Government regulations are not new to producers of California leafy greens. The California Leafy Greens Marketing Agreement (LGMA) has been in place since 2007 as the best model to produce safe food because it establishes a culture of food safety on the farm. In January 2013 new federal laws overseeing fruits and vegetable food safety were issued as part of the Food Safety Modernization Act (FSMA). Visit this page for the latest information on FDA’s proposed Produce Rule and how it will effect leafy green farmers.
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The LGMA plans to thoroughly review the proposed Produce Rule and provide FDA with our comments.
Submit your own comments to the FDA > Comment
The LGMA is pleased to see that the rules being proposed by the FDA closely reflect the existing LGMA food safety model. FDA is proposing specific standards for:
The proposed Produce Rule is preliminary and will be finalized in early 2014 by the FDA. The proposed rules are subject to public comments, which are due by May 16, 2013. Once the comment period closes, FDA will review all comments submitted, finalize the rules and publish them in 2014.
Once the final rules are published (expected in early 2014) most farmers will have two years to come into compliance. In addition, farmers will have two additional years to comply with all of the water testing requirements. Smaller operations will have additional time.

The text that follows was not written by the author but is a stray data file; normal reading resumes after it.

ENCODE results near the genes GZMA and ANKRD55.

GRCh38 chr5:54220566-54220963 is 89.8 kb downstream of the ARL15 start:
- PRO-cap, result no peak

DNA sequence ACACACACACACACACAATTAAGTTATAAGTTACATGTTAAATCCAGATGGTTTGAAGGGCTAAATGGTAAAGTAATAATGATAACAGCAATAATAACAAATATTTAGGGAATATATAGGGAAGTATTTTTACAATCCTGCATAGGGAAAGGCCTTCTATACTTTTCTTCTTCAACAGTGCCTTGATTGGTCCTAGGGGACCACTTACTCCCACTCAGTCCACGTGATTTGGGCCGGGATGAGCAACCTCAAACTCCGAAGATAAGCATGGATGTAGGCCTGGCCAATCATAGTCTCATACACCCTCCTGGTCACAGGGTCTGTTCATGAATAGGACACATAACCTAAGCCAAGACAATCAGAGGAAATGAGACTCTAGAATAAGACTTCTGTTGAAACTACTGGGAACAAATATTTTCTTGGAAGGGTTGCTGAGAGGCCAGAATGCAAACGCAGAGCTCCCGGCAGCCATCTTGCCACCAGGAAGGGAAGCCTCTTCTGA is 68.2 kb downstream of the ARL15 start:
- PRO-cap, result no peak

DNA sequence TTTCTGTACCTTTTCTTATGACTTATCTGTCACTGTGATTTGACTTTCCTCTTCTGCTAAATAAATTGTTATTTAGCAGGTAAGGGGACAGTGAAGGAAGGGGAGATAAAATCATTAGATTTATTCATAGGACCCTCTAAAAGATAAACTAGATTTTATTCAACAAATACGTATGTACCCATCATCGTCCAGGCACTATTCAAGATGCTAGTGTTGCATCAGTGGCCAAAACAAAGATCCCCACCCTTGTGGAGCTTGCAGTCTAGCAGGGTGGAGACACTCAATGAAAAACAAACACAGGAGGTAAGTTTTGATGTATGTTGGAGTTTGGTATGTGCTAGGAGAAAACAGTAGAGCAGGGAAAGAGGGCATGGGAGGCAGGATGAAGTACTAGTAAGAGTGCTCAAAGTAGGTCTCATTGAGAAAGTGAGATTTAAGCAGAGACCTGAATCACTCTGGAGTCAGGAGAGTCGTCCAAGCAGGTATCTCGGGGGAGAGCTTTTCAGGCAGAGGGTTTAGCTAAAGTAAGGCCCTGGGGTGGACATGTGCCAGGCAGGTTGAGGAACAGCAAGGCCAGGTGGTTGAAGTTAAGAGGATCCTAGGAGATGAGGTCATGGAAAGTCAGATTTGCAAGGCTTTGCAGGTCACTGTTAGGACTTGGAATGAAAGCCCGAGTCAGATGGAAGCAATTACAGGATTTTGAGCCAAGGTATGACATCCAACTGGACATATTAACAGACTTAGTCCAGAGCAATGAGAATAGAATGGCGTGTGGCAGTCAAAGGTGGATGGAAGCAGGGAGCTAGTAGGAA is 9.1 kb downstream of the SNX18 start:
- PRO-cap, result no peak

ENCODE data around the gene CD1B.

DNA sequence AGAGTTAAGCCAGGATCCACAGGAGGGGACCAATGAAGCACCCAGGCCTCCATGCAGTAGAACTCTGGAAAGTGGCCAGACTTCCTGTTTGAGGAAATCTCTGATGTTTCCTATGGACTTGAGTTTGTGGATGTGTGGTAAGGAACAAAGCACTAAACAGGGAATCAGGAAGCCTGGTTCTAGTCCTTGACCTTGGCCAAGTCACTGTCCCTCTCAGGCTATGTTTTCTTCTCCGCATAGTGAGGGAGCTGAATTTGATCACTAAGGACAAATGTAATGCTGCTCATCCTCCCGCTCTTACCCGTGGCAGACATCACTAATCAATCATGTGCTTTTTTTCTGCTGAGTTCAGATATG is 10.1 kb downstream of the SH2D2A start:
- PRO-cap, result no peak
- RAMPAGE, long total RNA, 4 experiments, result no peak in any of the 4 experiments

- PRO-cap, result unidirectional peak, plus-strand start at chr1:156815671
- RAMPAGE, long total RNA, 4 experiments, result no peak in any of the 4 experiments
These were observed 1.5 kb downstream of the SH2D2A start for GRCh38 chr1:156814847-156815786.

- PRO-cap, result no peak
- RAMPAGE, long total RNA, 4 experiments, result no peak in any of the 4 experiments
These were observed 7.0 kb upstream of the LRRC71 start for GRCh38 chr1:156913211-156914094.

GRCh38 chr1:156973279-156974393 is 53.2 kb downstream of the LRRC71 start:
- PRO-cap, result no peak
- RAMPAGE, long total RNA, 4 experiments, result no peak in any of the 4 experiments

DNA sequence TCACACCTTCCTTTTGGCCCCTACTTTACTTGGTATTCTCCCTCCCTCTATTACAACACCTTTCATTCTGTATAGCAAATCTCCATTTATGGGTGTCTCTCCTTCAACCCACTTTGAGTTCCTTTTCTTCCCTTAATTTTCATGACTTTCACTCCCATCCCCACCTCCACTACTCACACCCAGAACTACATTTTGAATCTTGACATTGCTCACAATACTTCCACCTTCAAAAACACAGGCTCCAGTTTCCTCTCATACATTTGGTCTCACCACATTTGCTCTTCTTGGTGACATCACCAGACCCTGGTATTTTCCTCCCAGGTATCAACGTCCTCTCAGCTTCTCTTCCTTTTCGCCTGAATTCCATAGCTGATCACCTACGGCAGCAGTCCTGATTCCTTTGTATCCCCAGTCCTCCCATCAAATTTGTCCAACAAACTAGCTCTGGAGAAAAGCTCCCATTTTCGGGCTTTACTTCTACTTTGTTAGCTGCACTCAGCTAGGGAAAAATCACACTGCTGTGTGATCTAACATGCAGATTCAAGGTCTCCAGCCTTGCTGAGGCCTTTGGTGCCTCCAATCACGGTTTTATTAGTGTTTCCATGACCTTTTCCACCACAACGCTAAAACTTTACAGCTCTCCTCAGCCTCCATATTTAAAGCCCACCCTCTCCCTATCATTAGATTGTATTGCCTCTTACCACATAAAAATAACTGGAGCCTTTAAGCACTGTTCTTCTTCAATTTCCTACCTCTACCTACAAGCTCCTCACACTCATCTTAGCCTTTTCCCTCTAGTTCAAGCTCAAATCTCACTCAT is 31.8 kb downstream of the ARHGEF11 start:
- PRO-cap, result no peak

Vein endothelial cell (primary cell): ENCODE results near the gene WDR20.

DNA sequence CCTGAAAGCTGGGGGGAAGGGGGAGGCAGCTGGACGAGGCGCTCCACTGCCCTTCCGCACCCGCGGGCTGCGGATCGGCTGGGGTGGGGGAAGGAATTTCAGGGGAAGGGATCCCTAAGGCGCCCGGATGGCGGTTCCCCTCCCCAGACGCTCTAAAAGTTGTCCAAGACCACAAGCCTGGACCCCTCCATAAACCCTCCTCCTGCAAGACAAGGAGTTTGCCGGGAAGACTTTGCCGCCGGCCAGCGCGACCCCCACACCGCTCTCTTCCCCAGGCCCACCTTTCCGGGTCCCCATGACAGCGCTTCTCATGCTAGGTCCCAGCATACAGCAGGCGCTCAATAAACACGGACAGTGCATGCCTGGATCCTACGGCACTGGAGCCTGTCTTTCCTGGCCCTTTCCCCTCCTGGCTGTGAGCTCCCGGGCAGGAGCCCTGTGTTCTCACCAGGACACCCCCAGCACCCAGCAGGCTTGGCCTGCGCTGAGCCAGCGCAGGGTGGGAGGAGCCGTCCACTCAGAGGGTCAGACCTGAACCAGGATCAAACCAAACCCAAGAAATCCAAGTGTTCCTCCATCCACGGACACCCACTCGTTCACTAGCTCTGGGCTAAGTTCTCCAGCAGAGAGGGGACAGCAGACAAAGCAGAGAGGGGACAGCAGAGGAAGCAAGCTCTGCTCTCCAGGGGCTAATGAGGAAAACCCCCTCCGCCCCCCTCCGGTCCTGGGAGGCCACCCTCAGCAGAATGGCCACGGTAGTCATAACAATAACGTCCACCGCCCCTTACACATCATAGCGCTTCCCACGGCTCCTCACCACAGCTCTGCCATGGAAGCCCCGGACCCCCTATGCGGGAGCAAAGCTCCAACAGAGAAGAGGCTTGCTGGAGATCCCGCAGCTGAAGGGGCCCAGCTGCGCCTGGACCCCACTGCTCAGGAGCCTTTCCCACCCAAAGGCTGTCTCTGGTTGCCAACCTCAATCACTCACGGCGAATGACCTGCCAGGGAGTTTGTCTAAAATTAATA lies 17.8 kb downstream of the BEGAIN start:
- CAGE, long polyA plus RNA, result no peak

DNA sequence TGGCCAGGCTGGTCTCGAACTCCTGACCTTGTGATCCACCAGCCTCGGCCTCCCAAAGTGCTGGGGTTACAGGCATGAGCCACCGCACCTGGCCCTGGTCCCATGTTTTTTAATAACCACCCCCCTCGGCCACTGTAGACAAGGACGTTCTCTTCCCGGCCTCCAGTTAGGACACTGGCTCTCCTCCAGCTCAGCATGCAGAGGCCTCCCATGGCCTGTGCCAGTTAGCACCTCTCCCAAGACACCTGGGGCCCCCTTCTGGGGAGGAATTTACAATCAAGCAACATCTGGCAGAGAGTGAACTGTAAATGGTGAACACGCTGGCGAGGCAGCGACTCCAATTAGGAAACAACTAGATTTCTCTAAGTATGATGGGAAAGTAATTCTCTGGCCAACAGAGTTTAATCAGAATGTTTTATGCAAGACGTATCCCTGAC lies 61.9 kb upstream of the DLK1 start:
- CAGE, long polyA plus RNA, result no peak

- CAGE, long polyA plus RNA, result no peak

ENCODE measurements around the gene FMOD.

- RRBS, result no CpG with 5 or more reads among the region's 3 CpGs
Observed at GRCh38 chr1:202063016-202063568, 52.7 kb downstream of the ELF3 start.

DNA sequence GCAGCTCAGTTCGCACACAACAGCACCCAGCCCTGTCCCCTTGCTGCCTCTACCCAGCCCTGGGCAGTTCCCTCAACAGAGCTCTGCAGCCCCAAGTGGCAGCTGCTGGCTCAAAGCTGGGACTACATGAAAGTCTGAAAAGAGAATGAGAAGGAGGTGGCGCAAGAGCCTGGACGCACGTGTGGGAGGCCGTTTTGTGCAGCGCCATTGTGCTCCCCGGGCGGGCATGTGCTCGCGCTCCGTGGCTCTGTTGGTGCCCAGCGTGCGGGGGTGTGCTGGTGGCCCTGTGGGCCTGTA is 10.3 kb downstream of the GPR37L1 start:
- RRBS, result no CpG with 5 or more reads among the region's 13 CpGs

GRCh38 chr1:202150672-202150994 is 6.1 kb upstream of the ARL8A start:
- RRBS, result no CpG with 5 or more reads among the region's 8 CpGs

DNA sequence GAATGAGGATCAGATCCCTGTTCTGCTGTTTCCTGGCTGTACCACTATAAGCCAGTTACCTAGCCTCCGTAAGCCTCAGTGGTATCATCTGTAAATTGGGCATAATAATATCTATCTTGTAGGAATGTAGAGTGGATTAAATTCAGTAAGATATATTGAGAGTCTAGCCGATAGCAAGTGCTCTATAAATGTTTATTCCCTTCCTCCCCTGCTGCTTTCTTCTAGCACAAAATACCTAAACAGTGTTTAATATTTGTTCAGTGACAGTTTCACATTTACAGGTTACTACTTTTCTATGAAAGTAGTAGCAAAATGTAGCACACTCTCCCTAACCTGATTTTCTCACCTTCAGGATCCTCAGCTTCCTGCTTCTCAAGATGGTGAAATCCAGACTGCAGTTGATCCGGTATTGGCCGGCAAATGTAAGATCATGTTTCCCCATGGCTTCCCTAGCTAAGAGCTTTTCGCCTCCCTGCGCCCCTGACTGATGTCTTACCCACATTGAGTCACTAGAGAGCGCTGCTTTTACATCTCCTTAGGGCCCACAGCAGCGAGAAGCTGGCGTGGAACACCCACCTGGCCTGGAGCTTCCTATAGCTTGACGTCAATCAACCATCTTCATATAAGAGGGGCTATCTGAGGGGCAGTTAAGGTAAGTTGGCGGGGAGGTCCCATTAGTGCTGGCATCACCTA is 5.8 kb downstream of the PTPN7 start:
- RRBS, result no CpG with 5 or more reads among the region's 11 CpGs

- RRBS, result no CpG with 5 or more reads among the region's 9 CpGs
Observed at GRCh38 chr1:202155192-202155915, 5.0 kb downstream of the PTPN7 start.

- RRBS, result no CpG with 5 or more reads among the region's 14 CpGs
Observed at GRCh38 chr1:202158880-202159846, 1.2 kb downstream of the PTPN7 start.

For the most part, the existing LGMA food safety practices exceed the requirements of the proposed produce rule. The LGMA is working to determine what, if any, changes to the LGMA program might be required in order to ensure that all physical requirements are being met through the program.
FDA has acknowledged that it does not have the resources to start inspecting every farm in the country. The LGMA is working closely with FDA to make sure that the new federal food safety rules do not result in additional audits and inspections of farms that are already being audited under the LGMA program. We will seek to build a mechanism with FDA to ensure that compliance with the LGMA verifies compliance with the new federal rules.
At this time the question of fees is not addressed in the produce rule. The LGMA is working to develop a mechanism to verify compliance with the new rules through the existing LGMA program, in part so that no additional fees or costs will be incurred or required.
When it passed the Food Safety Modernization Act, Congress included an exemption for small farmers. The so-called Tester amendment exempts companies who sell locally and sell less than $500,000 worth of product a year, with 51% of that or more going to local sales, from the requirement to comply with the food safety laws. In addition, the proposed produce rule offers additional classifications of very small and small companies who, while required to comply with the new rules, will be given more time to do so.
All stakeholders have been invited by FDA to provide comments on the proposed rules prior to May 16, 2013. The LGMA will be sharing its thoughts and potential message points with industry in advance of the May 16 deadline, and handlers and growers are encouraged to submit comments directly to FDA if they feel strongly about certain elements of the proposed rule.
The New Produce Rule and the Leafy Greens Industry.